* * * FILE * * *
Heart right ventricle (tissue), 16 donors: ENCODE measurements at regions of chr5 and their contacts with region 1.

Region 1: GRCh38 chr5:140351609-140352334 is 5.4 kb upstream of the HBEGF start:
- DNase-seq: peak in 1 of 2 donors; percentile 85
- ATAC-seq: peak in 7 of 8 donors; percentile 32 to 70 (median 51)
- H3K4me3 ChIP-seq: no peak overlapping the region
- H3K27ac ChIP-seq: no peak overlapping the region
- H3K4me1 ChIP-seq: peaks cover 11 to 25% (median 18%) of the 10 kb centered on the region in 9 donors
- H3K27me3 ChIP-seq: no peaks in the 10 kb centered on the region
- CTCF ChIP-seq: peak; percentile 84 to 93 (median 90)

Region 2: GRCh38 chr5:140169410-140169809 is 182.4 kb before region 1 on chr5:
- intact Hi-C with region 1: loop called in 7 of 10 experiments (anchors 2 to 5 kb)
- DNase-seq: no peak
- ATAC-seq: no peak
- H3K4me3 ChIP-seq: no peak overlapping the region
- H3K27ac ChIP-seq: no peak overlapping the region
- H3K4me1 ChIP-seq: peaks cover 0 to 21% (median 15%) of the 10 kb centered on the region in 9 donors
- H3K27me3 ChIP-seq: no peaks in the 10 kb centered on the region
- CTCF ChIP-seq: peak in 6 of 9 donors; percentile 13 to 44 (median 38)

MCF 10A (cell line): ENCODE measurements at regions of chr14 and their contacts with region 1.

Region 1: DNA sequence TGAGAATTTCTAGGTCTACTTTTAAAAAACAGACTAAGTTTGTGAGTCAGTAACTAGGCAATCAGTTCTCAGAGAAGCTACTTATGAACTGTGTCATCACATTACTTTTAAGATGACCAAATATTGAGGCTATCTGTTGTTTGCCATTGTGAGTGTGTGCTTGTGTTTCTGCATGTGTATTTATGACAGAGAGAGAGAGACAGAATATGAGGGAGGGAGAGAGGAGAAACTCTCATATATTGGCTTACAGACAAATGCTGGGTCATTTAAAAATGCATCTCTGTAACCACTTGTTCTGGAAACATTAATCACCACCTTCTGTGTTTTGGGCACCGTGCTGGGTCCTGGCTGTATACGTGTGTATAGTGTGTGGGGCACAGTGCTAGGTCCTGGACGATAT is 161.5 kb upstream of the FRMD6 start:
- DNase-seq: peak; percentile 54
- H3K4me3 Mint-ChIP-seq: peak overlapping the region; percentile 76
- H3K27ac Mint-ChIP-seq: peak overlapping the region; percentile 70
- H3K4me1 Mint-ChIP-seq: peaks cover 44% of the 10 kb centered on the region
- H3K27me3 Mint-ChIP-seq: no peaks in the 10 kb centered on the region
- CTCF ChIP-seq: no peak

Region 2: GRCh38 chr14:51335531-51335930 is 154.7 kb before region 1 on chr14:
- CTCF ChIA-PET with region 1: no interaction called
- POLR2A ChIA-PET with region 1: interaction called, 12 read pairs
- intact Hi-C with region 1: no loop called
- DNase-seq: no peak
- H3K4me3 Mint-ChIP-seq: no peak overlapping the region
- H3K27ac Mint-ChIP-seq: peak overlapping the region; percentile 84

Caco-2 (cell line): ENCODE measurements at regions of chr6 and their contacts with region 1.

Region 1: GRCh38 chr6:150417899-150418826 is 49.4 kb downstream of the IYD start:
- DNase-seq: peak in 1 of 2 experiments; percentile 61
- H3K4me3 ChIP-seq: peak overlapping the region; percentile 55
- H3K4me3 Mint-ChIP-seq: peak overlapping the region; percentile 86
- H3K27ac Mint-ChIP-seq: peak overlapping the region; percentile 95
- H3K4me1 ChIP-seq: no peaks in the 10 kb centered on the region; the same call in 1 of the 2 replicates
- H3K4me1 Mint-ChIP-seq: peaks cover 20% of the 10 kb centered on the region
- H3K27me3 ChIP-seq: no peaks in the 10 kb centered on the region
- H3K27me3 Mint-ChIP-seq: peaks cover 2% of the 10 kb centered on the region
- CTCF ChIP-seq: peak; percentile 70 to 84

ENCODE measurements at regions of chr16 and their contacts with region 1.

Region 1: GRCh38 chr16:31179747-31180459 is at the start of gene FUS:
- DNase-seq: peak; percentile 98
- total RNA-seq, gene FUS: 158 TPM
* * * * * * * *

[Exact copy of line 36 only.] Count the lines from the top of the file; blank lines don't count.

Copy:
- DNase-seq: peak in 1 of 2 experiments; percentile 61